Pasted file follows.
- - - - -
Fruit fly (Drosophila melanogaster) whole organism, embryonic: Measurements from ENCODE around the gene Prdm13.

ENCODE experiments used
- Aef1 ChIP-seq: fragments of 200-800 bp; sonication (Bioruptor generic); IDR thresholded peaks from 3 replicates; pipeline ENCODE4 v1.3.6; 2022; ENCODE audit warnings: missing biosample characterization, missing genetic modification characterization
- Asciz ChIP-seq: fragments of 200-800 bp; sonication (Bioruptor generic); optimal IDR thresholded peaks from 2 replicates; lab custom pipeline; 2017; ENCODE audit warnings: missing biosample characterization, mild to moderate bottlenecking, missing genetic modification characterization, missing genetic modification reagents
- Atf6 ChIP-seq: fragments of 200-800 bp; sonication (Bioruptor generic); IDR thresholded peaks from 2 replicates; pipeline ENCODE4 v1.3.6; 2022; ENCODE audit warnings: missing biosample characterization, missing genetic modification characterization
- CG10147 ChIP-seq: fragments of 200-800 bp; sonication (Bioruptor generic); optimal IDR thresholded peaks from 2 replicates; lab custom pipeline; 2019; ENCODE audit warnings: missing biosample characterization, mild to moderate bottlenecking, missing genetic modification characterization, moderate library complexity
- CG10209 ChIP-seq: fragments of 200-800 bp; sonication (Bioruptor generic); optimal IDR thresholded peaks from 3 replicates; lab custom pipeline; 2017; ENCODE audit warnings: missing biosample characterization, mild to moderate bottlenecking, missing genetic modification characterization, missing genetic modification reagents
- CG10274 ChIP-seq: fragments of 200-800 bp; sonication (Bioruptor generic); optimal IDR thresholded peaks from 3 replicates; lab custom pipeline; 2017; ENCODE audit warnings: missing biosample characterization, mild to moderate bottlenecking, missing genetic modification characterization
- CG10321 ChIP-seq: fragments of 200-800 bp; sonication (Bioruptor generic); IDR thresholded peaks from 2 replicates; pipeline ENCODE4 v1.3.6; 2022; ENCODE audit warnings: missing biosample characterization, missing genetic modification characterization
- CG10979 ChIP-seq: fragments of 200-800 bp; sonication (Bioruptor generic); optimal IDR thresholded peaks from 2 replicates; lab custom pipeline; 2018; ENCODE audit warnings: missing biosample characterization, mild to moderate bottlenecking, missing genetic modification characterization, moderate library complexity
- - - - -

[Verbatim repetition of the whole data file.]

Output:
Fruit fly (Drosophila melanogaster) whole organism, embryonic: Measurements from ENCODE around the gene Prdm13.

ENCODE experiments used
- Aef1 ChIP-seq: fragments of 200-800 bp; sonication (Bioruptor generic); IDR thresholded peaks from 3 replicates; pipeline ENCODE4 v1.3.6; 2022; ENCODE audit warnings: missing biosample characterization, missing genetic modification characterization
- Asciz ChIP-seq: fragments of 200-800 bp; sonication (Bioruptor generic); optimal IDR thresholded peaks from 2 replicates; lab custom pipeline; 2017; ENCODE audit warnings: missing biosample characterization, mild to moderate bottlenecking, missing genetic modification characterization, missing genetic modification reagents
- Atf6 ChIP-seq: fragments of 200-800 bp; sonication (Bioruptor generic); IDR thresholded peaks from 2 replicates; pipeline ENCODE4 v1.3.6; 2022; ENCODE audit warnings: missing biosample characterization, missing genetic modification characterization
- CG10147 ChIP-seq: fragments of 200-800 bp; sonication (Bioruptor generic); optimal IDR thresholded peaks from 2 replicates; lab custom pipeline; 2019; ENCODE audit warnings: missing biosample characterization, mild to moderate bottlenecking, missing genetic modification characterization, moderate library complexity
- CG10209 ChIP-seq: fragments of 200-800 bp; sonication (Bioruptor generic); optimal IDR thresholded peaks from 3 replicates; lab custom pipeline; 2017; ENCODE audit warnings: missing biosample characterization, mild to moderate bottlenecking, missing genetic modification characterization, missing genetic modification reagents
- CG10274 ChIP-seq: fragments of 200-800 bp; sonication (Bioruptor generic); optimal IDR thresholded peaks from 3 replicates; lab custom pipeline; 2017; ENCODE audit warnings: missing biosample characterization, mild to moderate bottlenecking, missing genetic modification characterization
- CG10321 ChIP-seq: fragments of 200-800 bp; sonication (Bioruptor generic); IDR thresholded peaks from 2 replicates; pipeline ENCODE4 v1.3.6; 2022; ENCODE audit warnings: missing biosample characterization, missing genetic modification characterization
- CG10979 ChIP-seq: fragments of 200-800 bp; sonication (Bioruptor generic); optimal IDR thresholded peaks from 2 replicates; lab custom pipeline; 2018; ENCODE audit warnings: missing biosample characterization, mild to moderate bottlenecking, missing genetic modification characterization, moderate library complexity